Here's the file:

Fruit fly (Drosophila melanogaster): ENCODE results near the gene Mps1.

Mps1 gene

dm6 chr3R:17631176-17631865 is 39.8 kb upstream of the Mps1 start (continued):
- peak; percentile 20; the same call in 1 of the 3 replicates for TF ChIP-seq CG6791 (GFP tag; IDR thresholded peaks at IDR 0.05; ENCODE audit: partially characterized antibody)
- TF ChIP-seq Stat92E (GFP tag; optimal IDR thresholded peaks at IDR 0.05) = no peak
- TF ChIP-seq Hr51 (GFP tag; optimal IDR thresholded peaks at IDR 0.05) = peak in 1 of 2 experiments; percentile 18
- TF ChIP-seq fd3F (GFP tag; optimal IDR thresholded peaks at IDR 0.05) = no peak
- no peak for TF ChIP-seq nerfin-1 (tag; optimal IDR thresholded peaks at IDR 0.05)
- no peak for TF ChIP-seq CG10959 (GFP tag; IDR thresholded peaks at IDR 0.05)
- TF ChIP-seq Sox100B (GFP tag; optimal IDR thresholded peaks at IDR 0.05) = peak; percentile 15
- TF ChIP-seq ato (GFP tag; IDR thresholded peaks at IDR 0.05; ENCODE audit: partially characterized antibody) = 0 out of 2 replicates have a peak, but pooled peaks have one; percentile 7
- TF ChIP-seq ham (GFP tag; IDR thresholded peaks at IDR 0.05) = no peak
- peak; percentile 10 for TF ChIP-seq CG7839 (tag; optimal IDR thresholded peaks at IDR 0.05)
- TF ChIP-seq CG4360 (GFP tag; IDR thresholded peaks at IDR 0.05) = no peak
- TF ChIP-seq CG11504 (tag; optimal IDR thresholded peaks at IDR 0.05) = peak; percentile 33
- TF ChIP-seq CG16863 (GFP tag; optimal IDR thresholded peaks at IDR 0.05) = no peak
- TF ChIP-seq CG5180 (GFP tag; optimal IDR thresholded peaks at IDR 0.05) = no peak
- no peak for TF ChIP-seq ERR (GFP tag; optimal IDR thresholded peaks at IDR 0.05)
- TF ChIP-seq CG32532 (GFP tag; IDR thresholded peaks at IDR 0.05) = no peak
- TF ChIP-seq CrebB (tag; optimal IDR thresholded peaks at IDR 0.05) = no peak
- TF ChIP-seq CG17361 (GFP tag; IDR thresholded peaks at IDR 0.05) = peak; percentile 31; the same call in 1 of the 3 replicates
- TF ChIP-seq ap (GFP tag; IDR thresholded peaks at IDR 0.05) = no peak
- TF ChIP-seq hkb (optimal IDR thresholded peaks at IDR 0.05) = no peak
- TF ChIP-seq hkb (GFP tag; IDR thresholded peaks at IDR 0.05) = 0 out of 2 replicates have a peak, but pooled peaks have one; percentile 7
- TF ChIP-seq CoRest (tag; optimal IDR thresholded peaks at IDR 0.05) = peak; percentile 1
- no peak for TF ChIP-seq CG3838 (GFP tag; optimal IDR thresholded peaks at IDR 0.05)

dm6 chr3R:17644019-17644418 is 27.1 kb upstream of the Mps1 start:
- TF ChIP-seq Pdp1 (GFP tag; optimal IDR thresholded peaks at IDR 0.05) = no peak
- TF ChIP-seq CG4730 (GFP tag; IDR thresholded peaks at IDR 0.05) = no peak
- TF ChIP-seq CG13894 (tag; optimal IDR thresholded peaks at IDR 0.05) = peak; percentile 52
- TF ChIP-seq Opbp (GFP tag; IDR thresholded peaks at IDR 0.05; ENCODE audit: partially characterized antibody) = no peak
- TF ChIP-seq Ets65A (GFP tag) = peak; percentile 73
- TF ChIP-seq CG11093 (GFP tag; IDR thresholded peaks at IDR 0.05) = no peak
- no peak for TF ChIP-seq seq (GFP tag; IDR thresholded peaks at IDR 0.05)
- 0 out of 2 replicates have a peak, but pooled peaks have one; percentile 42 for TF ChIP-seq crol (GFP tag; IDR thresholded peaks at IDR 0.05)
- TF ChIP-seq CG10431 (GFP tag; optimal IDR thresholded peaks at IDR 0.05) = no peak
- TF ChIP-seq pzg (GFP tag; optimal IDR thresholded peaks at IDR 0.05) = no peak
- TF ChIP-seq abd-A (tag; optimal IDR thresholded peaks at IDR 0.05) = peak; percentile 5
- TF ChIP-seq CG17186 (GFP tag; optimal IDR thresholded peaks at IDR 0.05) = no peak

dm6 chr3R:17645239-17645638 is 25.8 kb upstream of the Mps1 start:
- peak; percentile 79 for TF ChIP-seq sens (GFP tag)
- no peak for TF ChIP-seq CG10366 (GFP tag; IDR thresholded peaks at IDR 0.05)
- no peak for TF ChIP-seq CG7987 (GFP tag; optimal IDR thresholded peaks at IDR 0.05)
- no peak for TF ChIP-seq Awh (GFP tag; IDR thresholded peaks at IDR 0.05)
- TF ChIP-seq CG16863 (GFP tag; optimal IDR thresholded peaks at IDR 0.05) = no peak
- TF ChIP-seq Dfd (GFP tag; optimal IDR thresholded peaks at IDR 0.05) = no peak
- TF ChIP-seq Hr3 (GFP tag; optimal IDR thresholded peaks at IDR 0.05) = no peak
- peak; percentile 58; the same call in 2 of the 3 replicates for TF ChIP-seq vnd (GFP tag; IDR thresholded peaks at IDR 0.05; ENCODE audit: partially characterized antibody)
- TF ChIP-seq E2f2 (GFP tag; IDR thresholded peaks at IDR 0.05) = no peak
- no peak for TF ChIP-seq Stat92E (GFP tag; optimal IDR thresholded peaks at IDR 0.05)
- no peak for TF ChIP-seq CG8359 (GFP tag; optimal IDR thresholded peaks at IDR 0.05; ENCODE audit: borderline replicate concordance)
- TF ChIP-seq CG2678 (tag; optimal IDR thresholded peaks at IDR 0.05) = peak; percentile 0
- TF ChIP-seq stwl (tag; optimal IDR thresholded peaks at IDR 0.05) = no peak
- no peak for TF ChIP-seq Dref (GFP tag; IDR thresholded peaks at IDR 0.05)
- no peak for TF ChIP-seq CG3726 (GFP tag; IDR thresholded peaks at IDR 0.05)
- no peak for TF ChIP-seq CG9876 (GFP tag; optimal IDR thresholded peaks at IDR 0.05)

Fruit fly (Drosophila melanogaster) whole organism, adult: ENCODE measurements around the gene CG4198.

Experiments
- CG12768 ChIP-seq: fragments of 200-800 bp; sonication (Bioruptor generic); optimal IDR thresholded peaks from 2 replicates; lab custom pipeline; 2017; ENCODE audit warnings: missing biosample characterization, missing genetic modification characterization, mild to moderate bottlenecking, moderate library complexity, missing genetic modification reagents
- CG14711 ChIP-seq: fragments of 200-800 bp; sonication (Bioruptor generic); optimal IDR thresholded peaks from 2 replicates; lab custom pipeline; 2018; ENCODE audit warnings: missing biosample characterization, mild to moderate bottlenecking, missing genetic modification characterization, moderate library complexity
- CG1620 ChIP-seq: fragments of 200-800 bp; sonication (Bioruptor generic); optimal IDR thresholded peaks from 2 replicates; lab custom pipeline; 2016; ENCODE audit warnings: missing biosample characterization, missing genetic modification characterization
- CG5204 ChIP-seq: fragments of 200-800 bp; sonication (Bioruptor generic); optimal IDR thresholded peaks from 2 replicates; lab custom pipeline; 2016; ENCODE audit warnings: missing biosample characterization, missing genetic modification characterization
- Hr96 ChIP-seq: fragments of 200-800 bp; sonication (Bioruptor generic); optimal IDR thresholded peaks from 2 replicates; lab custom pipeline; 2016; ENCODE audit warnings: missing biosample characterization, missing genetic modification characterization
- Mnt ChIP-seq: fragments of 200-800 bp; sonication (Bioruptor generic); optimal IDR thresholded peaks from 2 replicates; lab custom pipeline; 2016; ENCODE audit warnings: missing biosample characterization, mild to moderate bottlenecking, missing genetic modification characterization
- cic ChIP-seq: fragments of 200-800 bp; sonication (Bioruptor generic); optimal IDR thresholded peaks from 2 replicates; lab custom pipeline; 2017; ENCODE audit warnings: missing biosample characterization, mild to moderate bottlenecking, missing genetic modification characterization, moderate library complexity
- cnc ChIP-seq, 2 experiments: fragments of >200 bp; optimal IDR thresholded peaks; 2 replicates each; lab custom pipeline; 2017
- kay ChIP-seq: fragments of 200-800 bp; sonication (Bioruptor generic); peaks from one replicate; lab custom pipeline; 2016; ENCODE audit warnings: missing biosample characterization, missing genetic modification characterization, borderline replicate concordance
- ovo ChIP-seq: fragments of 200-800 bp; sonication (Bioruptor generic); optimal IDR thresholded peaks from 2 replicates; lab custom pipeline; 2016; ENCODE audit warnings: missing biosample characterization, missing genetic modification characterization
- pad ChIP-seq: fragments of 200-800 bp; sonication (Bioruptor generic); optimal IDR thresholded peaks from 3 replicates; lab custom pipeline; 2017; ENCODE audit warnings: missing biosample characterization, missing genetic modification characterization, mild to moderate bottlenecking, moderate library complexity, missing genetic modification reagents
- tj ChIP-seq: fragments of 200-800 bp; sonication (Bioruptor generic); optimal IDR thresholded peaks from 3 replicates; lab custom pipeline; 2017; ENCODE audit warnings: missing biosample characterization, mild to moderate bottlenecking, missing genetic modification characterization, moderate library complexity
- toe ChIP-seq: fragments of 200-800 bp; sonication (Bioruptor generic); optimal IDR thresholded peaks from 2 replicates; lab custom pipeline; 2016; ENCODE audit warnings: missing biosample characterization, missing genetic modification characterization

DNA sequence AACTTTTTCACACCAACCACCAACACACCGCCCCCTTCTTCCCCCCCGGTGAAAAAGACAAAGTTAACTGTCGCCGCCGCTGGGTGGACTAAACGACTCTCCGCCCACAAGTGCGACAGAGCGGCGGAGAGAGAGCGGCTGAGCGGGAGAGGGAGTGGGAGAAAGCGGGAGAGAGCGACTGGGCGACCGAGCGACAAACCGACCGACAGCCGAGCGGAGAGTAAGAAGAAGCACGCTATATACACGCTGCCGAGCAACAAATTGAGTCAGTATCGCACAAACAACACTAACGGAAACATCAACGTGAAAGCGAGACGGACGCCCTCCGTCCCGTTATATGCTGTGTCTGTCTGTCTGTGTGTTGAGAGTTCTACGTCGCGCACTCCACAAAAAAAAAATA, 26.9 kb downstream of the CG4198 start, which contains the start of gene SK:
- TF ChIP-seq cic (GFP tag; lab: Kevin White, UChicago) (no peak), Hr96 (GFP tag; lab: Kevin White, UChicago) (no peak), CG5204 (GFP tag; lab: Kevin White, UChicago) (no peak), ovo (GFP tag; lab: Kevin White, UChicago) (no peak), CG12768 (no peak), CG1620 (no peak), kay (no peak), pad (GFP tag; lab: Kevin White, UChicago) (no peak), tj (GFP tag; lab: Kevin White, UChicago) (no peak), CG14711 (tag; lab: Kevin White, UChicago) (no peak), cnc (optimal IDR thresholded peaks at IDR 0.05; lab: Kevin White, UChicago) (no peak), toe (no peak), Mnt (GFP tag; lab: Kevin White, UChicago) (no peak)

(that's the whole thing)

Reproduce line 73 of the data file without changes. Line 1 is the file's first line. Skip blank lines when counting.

- TF ChIP-seq cic (GFP tag; lab: Kevin White, UChicago) (no peak), Hr96 (GFP tag; lab: Kevin White, UChicago) (no peak), CG5204 (GFP tag; lab: Kevin White, UChicago) (no peak), ovo (GFP tag; lab: Kevin White, UChicago) (no peak), CG12768 (no peak), CG1620 (no peak), kay (no peak), pad (GFP tag; lab: Kevin White, UChicago) (no peak), tj (GFP tag; lab: Kevin White, UChicago) (no peak), CG14711 (tag; lab: Kevin White, UChicago) (no peak), cnc (optimal IDR thresholded peaks at IDR 0.05; lab: Kevin White, UChicago) (no peak), toe (no peak), Mnt (GFP tag; lab: Kevin White, UChicago) (no peak)